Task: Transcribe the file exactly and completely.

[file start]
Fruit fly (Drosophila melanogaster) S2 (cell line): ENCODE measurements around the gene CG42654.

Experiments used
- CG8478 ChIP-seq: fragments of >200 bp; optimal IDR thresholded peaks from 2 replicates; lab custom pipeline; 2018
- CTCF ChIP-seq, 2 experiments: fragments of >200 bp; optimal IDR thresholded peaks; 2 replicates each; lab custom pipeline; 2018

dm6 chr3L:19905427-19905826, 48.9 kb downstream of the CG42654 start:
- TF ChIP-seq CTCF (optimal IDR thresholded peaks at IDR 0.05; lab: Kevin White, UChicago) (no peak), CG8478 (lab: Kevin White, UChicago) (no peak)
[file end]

Fruit fly (Drosophila melanogaster) S2 (cell line): ENCODE measurements around the gene CG42654.

Experiments used
- CG8478 ChIP-seq: fragments of >200 bp; optimal IDR thresholded peaks from 2 replicates; lab custom pipeline; 2018
- CTCF ChIP-seq, 2 experiments: fragments of >200 bp; optimal IDR thresholded peaks; 2 replicates each; lab custom pipeline; 2018

dm6 chr3L:19905427-19905826, 48.9 kb downstream of the CG42654 start:
- TF ChIP-seq CTCF (optimal IDR thresholded peaks at IDR 0.05; lab: Kevin White, UChicago) (no peak), CG8478 (lab: Kevin White, UChicago) (no peak)